martes, 25 de febrero de 2014

Madrid Teacher series: How annoying are mobile phones?

Our Madrid Teachers are talking today about mobile phones and manners. They use an anecdote about Hugh Jackman interrupting a play in New York because a mobile rang in the middle of the performance. The conversation gives us the opportunity to study some features of spoken English that might come in really handy when we're having a conversation. These are some of the features that come up in the video clip.

- Use of I mean to rephrase what you have just said.
- Use of like as a linking word to introduce your ideas.
- Use of like with the meaning of 'for example'.
- Showing interest in what the other person is saying: Yeah; Oh, very annoying.
- Use of you know and well to give yourself thinking time.
- Use of tag questions to check information: aren't they?

Watch the video and try to spot the above-mentioned features of spoken English.

Now it's over to you.
In your opinion, how annoying are mobile phones?
Give some examples of mobile phones interrupting something when they should be turned off.
What do you like about mobile phones?
What don't you like?
Can you imagine your life without a mobile phone now?
How addictive are they?
Would you rather have a mobile with a contract or with a top-up card?

Try and use some of the features of spoken English that came up in the video.

The other day Hugh Jackman was doing a play in New York, I think. And a phone went off during the play and he just stopped it, stopped what he was doing, and he just said,’Oh come on, just, just grab it. I’ll wait until you answer.’ And . . ., and, I mean, that’s not something that an actor does usually. Like, they would never stop a play for that, but I think it was very spontaneous, because it is a bit annoying if that happens.
If he’s right in the middle of his performance, and I think it was quite early on in the, in the, in the season for the play. He was probably quite nervous and it must be so distracting to have that happen.
I was at a play a few weeks ago here in Madrid and, and it happened. And it was, it was a one-man show, it was just one guy on the stage, you know, delivering this monologue, very dramatic. And this phone went off…
Oh! Very annoying.
…and, he just, he just, he stopped also, and he just stared at the guy until he hangs up the phone. Everyone was very uncomfortable. But the incredible thing was that it happened again ten minutes later. 
Oh, the same guy? The same person?
I think, it sounded, it was the same ringtone. People are so rude, it’s incredible. I mean if you, if you go and see something like that, you turn off the phone.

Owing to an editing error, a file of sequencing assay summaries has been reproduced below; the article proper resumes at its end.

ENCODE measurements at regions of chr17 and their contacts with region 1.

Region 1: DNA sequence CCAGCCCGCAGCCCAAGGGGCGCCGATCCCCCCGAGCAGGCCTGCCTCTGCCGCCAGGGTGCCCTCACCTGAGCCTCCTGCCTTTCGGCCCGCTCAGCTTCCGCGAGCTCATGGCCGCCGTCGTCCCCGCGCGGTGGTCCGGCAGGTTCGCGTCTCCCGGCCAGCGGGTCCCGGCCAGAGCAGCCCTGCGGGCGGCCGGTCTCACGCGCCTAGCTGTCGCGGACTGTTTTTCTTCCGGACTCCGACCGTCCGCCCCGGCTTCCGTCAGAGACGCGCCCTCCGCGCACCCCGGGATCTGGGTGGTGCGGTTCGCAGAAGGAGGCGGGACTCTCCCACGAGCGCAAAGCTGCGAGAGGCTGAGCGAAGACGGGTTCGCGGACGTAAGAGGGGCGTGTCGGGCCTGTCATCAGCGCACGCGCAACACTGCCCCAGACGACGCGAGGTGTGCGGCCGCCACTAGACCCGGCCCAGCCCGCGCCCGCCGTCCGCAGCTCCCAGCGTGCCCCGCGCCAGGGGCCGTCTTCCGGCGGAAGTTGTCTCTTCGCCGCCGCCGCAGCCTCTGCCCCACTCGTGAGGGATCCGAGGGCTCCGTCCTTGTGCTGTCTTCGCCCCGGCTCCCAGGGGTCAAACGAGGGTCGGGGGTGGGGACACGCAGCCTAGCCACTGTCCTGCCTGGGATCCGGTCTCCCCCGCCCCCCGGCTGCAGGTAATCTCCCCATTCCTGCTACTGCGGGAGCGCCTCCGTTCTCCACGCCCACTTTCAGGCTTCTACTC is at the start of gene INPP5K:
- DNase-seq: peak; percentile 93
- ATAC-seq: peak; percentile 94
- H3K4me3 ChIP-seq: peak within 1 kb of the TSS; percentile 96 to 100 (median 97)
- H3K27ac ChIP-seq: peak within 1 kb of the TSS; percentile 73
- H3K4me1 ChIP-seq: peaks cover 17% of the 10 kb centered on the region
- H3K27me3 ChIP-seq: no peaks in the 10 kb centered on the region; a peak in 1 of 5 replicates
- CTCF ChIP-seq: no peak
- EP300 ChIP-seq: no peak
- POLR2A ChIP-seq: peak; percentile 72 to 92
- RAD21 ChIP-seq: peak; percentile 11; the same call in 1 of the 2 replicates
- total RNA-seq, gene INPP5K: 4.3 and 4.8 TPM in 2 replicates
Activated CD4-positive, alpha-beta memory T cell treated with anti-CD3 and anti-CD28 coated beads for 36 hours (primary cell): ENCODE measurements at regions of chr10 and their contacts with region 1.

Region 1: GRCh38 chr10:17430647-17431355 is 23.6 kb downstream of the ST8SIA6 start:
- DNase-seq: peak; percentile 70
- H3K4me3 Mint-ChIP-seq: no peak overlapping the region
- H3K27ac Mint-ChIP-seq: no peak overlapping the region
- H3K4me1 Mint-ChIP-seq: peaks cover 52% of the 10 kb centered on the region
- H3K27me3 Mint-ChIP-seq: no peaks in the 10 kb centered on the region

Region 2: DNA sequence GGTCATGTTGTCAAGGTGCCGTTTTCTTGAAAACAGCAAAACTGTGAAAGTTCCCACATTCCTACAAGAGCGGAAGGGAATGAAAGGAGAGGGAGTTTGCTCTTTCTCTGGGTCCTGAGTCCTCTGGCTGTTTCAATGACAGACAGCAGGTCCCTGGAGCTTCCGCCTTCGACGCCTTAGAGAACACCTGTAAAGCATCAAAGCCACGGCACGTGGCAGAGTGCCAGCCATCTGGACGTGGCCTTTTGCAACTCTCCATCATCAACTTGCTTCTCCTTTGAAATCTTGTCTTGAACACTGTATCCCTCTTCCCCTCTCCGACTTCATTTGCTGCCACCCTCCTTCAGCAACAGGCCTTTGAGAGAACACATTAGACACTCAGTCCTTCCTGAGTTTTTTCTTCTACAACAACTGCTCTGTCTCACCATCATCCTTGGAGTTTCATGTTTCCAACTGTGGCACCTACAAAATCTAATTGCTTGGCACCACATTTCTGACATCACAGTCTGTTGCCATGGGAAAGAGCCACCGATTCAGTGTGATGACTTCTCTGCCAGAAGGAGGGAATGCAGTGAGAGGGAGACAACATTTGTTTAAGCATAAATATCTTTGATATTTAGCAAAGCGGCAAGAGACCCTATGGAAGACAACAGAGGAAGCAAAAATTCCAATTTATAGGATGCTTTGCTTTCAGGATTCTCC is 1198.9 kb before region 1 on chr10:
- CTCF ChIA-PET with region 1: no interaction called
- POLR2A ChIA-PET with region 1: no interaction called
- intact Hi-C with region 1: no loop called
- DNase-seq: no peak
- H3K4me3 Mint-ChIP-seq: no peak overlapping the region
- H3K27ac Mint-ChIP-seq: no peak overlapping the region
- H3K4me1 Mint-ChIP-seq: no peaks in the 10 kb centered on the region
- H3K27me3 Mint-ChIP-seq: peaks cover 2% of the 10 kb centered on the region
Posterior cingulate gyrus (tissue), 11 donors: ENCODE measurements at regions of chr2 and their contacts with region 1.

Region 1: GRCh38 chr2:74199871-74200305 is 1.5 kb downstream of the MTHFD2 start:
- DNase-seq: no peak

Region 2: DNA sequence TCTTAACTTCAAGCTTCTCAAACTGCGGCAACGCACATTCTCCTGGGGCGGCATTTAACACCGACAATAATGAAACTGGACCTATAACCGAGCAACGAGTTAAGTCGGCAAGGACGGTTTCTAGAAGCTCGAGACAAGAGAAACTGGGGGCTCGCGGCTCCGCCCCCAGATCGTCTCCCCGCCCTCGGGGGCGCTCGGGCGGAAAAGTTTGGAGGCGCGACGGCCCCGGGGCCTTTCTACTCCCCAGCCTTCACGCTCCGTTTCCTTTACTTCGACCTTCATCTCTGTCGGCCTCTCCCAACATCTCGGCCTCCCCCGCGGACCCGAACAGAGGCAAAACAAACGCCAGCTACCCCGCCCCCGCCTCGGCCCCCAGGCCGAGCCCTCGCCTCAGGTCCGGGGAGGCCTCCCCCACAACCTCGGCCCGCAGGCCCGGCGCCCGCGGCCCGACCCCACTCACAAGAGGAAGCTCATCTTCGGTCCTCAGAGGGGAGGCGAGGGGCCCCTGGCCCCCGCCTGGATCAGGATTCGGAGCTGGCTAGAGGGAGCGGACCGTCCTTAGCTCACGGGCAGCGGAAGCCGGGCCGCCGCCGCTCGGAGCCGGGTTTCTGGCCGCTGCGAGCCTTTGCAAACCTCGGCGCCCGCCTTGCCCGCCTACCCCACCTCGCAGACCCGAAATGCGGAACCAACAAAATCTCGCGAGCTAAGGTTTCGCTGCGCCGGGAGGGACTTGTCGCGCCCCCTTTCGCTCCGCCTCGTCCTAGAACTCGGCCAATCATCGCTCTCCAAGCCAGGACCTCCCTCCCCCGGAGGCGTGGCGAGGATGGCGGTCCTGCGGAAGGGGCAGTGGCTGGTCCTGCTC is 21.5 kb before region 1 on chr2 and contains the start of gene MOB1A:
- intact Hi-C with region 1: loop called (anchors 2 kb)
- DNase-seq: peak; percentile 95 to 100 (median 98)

I had the same thing. I went to Circulo de Bellas Artes recently, and I think it was the opening night of a play, and it was the same. Like, lots of people arrived late…
…the phones went off about three or four times. People tried to turn them off quickly, obviously. But it’s just a total interruption. They didn’t stop or wait, they just continued with what they were doing because it seemed to be taken for granted.
These are bad situations but I don’t know, what do you think about phones? Like, do you, what do you like about them? Or what do you don’t like? I mean, because, obviously we hate that about it because it’s horrible when that happens, I mean no one likes it. But obviously they are good for some reasons, aren’t they?
They’re very convenient.
Yeah, yeah.
Very convenient.
It’s handy if you’re running late. You can let your friend know that you’re going to be ten extra minutes. That’s, that’s useful.
Or you meet somebody in a public place. That’s happened to me, like you know, I always think, ‘how did I ever live without my mobile phone all those years?’ You know...
...but you know the typical, you’re meeting somebody in like, La Puerta del Sol at Christmas, and it’s like, ‘I can’t see you! Where are you?’ You know? But like, you think, like that’s happened to me, you know, going to meet somebody and like, then you go home because you never saw them. You know if you, like pre-mobile phone era. And then you say, ‘but I was standing right there!’ But there were just so many people, you just didn’t see them, you know?
Yeah, it’s too busy.
I think they are addictive, aren’t they? Because, well, I got like, my phone got stolen like two weeks ago, and I thought I would never be able to live without it, and then I’ve been fine, like, for two weeks. And then, I had to buy a new phone and I was like, I’m not sure, I’m, I’m, I’m OK like this, but obviously you need it. If you, for work, for everything.
I’ve only just got a contract phone and, I realised before I really couldn’t make many phone calls or do anything with my mobile because every time I put on credit, I seemed to run out immediately, you know. So, I grew accustomed . . . Yeah, it’s definitely worth it. But, I grew accustomed to not, like, having
a phone but not really being able to use it. And I must admit I found it far more inconvenient because nowadays, you never seem to have a landline in your apartment. Yeah like, I’ve not, I’ve not been in a flat in the past, since arriving in Spain that’s actually had a landline.
Yeah, because people used to have landlines because then, you, you know, you’d have internet. But now, even with mobile phones, you can get modems and have internet so you don’t even need a fixed line, or a fixed phone line, or whatever it’s called anymore.